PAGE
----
Insights and Market Perspectives

Trade tensions intensify with both China and Canada

Author: Portfolio Specialist Group

September 24, 2018

A recap of last week’s top economic news and what’s to come

Trade tensions intensify with both China and Canada

  • The U.S. is sharply escalating the trade war with China imposing a 10% tariff later this month on $200 billion worth of Chinese goods, increasing to 25% at the end of the year. All told, it means roughly half of the products that China sells to the United States each year will be hit by American tariffs.
  • The U.S. also imposed sanctions against China’s military for its purchases of Russian military equipment in a move U.S. officials said is meant to punish Moscow for its ‘’malign activities,” including attacks on American elections.
  • Some members of the Republican caucus warned last week that Canada had better make concessions to get a NAFTA deal. Meanwhile, Canadian Foreign Affairs Minister Chrystia Freeland left Washington Thursday ahead of a looming congressional deadline deal with no conclusion in sight and no firm plans for the next meeting reiterating the need for a “fair deal” for Canada.
  • The Conference Board of Canada is predicting Canada’s economic growth could be pared by about a quarter next year if NAFTA collapses, and the drag will be extended if an automobile trade war emerges.

Canadian manufacturing sales, consumer prices and new housing construction all rise

  • Canadian manufacturing sales posted a 0.9% increase in July, following last month’s upwardly revised 1.3%. After accounting for price changes, volumes were up an even more impressive 1%. Gains of 2.6% in the transportation equipment sector, slightly offset declines in primary and fabricated metal product shipments. Regionally, only Ontario, Alberta and Nova Scotia saw gains.
  • Consumer prices rose 2.8% n August, a slight deceleration from the 3% posted in July but in line with market expectations. Adjusted for seasonal patterns, prices rose 0.1%, following a large increase of 0.5% iin July.
  • New housing construction increased 1.7% year-over-year to $5.0 billion in July. The growth was driven solely by investment in apartment building construction, while construction of single, double and row houses all slumped. Spending was up in four provinces, led by Quebec. BC amd to a lesser extent Nova Scotia and PEI.

US Consumer confidence soars, while jobless claims sink to lowest level in 49 years

  • U.S. consumer sentiment measured by the Bloomberg Consumer Comfort Index last week advanced to a 17-year high on brighter views of the economy, personal finances and the buying climate, The comfort index rose to 60.2, its highest level since January 2001 when it was 59.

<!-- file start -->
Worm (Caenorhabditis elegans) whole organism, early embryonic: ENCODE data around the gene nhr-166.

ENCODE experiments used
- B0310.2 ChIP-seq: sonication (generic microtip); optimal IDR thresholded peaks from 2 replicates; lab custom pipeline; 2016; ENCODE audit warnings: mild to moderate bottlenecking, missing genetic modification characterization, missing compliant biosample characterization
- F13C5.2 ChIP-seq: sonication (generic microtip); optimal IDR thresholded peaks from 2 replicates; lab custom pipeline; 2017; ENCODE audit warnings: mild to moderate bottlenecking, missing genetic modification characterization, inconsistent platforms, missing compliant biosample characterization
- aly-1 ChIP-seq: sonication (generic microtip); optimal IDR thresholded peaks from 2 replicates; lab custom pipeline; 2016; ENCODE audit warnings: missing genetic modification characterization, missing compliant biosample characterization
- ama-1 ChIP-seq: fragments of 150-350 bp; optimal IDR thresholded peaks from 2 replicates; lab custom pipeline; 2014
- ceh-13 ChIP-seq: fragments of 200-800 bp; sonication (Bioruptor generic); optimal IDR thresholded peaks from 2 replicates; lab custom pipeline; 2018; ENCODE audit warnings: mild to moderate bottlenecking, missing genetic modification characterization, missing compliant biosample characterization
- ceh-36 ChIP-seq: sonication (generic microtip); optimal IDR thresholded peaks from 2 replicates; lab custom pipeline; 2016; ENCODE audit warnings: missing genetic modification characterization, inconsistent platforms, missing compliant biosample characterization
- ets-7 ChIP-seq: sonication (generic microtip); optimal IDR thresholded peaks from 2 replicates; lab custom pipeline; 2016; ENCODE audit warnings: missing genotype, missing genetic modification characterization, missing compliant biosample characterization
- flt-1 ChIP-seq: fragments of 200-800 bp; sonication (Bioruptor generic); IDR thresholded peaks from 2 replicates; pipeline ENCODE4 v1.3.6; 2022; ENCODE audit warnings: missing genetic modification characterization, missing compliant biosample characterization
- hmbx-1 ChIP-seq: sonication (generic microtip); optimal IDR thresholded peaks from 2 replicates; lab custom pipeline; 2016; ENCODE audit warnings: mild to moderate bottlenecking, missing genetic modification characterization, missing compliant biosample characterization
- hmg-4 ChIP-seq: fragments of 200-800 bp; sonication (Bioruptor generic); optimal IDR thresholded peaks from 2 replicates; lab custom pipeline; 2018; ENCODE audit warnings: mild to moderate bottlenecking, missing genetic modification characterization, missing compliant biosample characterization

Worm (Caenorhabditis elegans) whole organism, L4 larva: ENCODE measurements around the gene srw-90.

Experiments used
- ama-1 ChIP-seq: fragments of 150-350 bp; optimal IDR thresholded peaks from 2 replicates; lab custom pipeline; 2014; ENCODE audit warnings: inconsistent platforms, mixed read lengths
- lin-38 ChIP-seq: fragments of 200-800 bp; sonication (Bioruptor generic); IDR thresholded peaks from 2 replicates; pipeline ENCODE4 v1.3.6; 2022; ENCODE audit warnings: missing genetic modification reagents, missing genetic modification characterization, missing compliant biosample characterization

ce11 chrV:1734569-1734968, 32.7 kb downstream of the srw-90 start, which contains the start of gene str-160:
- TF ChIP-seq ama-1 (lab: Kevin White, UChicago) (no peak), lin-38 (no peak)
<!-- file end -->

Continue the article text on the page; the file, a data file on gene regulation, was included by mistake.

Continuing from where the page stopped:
• Weekly jobless claims fell to their lowest level in nearly 49 years last week, totaling 201,000, according to the Labor Department. Economists had forecast claims to come in at 210,000.

Other economic news

  • The OECD has trimmed both its global economic outlook and Canada’s amid trade disputes and emerging market woes. It said the world economy is on course for growth of 3.7 per cent this year and next, up from 3.6 per cent last year. However, the Paris-based policy forum had forecast growth of 3.8 percent this year and 3.9 percent in 2019. The updated projection now sees Canada’s economy expanding by 2 per cent in 2019, rather than the 2.2 per cent it forecast earlier.
  • The S&P Dow Jones has reorganized its Indices with several sectors relaunching, including its telecommunications index as a new communication services sector. The reorganization is expected to involve some S&P 500 heavyweights like Facebook Inc., Amazon.com Inc., Netflix Inc. as well as Google parent Alphabet Inc.

What’s to come

Bank of Canada Governor speaks and U.S. Federal Reserve meets

Bank of Canada Governor Stephen Poloz speaks at the Atlantic Provinces Economic Council and Greater Moncton Chamber of Commerce Thursday. In the U.S., the Federal Reserve Bank meets Wednesday and is expected to raise rates.

Source: BMO Economics, TD Economics, Reuters, CNBC as of September 21, 2018

Download the Summary

Source: Bloomberg, as of September 21, 2018

 

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